Morrisons laid out plans for a new convenience and online push this morning despite a fall in like-for-like sales in the first half of the year. Chief executive Dalton Philips and finance director Richard Pennycook explained the grocer’s plans to Retail Week
Retail Week: Trading has undoubtedly been tough but your competitors appear to be growing at a faster rate, why is that?
Dalton Philips: You have to look at the two year impact to get a true picture. Our competitors report their convenience and online sales so you’re not comparing like with like. Our total sales are up, as is our underlying profit so we’re feeling pretty confident.
Why did you decide to launch your first Morrisons-branded online offer in wine?
DP: We have a strategy online with general merchandise, we have a strong beachhead with Kiddicare which is growing strongly and will be sharing their warehouse. We have a lot of confidence in wine, it’s a good standalone category to launch a site around, it’s an emotionally engaging category. We already sell £600m of wine and this is an opportunity to test the concept pre-Christmas. It will be a home delivery offer, there’s not much demand for click and collect on wine as it’s bulky.
And how are plans for an online grocery offer progressing?
DP: The team has come back from the States working with Fresh Direct to find a profitable proposition – people don’t make money with online grocery in the UK. Fresh Direct’s strength is assortment, pricing and service. Customer interaction will be key.
You are going to launch a new kids clothing brand, Nutmeg, in store – what form will that take and how will you support it?
DP: Nutmeg has connotations of fresh food which ties in with our overall strategy. It will be affordable fashion and basics, this is a great opportunity. We will be opening an office in Leicester to support it. We are going to need a sizeable team and will be recruiting new staff and bringing some over from Morrisons.
What do you say to criticism from Sir Ken Morrison that the new Fresh Format could be too upmarket for Morrisons customers?
DP: We are confident in the format - converted stores are trading 4-6% up on control stores. I’m feeling great about it, it’s a progression from Market Street, it brings the high street into stores. We take the views of customers and shareholders very seriously.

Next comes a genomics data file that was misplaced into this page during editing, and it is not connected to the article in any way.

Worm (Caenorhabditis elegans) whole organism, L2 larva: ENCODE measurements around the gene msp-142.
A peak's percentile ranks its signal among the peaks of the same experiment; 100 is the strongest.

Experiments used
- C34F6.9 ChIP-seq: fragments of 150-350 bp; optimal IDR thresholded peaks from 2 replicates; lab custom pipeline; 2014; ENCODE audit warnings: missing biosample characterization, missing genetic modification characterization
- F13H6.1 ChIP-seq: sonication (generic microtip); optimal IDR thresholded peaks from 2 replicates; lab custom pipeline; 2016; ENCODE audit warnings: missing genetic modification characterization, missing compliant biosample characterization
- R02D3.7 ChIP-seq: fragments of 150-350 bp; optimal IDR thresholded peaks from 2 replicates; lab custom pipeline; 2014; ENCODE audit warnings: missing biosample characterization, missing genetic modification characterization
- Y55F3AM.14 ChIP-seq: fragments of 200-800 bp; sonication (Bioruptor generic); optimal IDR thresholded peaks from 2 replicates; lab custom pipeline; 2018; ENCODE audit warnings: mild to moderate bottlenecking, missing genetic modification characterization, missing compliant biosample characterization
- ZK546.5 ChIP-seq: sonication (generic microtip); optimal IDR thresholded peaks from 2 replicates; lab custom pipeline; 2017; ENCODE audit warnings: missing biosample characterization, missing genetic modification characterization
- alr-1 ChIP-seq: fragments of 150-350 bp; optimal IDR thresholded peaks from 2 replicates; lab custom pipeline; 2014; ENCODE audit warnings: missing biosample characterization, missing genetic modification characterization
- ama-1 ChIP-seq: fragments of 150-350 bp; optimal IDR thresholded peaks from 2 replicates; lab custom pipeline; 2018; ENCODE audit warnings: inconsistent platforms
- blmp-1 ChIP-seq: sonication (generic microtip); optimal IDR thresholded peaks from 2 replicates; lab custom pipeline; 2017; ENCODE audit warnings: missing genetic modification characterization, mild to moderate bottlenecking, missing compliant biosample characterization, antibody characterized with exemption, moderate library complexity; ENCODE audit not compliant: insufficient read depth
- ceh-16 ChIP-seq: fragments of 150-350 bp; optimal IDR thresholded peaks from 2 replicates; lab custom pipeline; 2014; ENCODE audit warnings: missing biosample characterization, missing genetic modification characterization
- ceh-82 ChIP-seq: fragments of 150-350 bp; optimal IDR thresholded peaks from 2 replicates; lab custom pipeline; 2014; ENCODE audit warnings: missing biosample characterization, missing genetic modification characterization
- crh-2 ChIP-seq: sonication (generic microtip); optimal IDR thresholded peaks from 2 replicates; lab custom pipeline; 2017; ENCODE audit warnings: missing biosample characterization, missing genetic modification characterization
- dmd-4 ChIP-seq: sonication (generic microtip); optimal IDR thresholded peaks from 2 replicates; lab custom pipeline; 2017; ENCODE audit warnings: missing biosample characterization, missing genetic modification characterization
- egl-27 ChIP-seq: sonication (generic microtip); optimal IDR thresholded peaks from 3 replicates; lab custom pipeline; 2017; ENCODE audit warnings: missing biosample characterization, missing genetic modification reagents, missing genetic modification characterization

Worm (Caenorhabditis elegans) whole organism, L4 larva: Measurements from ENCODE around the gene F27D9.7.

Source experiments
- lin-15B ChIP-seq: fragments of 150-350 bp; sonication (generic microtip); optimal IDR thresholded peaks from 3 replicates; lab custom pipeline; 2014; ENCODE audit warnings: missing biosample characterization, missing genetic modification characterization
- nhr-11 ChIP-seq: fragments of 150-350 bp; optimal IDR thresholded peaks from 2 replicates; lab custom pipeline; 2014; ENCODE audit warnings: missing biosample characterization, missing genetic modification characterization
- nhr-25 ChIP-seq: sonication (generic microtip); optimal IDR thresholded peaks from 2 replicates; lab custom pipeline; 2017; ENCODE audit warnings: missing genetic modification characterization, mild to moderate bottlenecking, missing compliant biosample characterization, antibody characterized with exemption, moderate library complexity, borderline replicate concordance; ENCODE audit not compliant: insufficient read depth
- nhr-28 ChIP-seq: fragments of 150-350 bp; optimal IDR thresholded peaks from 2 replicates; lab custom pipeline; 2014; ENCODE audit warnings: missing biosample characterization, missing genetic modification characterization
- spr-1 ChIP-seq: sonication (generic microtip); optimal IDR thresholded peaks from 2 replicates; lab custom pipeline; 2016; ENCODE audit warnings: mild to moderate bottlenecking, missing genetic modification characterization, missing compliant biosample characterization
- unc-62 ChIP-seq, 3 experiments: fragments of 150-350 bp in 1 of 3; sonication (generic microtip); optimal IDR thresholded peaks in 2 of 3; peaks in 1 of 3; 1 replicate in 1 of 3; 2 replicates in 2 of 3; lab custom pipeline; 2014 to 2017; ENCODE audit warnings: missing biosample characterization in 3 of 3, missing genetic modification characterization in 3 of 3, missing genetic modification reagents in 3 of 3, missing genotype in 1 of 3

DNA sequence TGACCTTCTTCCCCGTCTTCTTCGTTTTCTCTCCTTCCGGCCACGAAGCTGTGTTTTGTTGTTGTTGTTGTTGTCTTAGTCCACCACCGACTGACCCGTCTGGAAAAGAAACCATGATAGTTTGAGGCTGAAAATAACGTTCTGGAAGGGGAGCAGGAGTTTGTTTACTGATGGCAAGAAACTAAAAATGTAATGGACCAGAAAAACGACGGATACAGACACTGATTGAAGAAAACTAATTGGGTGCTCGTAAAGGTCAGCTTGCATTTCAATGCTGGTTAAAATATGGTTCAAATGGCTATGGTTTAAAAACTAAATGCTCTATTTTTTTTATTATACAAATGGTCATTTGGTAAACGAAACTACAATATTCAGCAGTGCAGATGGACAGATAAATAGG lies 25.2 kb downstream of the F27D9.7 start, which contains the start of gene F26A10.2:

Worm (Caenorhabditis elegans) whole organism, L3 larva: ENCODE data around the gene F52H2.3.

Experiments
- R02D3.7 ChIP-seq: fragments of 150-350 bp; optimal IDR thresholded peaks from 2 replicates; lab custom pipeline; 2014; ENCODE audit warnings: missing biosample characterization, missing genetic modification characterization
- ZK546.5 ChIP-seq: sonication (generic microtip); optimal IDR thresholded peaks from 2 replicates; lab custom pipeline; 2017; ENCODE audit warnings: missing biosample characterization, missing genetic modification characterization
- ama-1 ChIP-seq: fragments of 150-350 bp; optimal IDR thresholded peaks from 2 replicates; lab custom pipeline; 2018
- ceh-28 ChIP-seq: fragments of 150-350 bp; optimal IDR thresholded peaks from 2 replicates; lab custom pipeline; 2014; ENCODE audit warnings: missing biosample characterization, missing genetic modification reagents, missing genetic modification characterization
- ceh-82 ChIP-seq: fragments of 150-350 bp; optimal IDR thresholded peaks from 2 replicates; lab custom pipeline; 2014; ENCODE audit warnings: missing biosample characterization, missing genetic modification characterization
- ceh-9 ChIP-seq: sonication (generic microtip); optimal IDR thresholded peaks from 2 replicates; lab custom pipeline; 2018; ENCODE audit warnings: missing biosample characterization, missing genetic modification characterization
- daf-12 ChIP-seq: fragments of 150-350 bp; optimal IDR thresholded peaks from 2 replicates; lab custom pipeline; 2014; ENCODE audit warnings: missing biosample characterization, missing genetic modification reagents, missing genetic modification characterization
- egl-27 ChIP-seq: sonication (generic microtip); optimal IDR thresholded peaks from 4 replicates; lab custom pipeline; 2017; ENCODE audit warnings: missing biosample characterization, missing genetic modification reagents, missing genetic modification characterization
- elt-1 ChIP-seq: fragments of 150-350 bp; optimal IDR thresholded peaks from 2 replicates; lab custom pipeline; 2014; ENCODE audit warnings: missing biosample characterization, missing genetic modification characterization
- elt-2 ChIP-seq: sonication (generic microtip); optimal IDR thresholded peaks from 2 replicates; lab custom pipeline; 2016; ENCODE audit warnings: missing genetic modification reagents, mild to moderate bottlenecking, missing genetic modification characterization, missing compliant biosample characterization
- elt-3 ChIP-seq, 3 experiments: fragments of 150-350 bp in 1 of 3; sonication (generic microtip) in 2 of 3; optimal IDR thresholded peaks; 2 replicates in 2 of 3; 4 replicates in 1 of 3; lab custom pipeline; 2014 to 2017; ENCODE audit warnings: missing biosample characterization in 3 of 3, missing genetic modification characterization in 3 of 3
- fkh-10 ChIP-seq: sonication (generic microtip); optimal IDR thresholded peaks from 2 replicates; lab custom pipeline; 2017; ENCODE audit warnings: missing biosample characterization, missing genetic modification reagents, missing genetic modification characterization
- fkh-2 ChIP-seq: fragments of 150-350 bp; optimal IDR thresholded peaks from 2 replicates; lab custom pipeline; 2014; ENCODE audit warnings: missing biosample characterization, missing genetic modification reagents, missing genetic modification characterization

Richard Pennycook: We are investing in the format because we have confidence in it.
Why have you decided to slow space growth?
RP: We are balancing our overall investment with our online and convenience ambitions. We have got a big programme of investment, including in the new Kiddicare stores, and we are rephasing our plans for space growth so we complete in July 2014, rather than January.
How will you evolve the Fresh Format concept?
DP: We will tailor the stores to the individual locations, some will have a bigger florist, some a bigger world food section and some an extended butchers.
Have you now entered the voucher war with your new voucher at till scheme? Does this open up the possibility of a loyalty card offer?
DP: It’s good to have the infrastructure in place. I do not see us ever having a loyalty card offer in the traditional model because that’s past its sell by date. But it does allow us to look at various loyalty programmes. This gives us intelligent vouchers at point of purchase, if you buy cereal without milk we can give you a voucher for milk.
RP: Vouchers come in many guises. Our vouchers and fuel deals are smart ways to reward customers. Vouchers in newspapers are far less targeted.
Do you need to find a more effective price promotion than the Great British Price Crunch and the like?
DP: It was a good promotion we ran over the summer. If you go into store now there’s a lot of point of sale about £1 and 50p offers, that’s where our focus is.